From: University of Saskatchewan
Published October 12, 2017 08:11 AM

Researchers explore ways to remove antibiotics polluting lakes and rivers

Pharmaceuticals, including antibiotics, are an increasingly common pollutant in water systems, said Catherine Hui Niu, associate professor in the Department of Chemical and Biological Engineering at the University of Saskatchewan.

After pharmaceuticals are used in humans and animals, traces are excreted and end up in sewage and, from there, into the environment. Their presence in waterways has raised concerns about potential risks to human health and ecosystems. To date there has been no effective way to remove them from water sources.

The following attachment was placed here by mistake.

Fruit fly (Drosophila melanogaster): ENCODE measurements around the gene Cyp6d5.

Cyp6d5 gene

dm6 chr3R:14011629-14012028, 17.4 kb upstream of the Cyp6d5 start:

There are some materials that attract pharmaceutical pollutants to them in a process called adsorption, and could hypothetically be used to help remove them from water, says Niu. But their adsorption capacities need to be enhanced to make them useful for large scale clean-up efforts.

Barley straw, the leafy part of barley plants, has adsorption properties that show promise for helping remove certain antibiotics from water.

 

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Photo via University of Saskatchewan.

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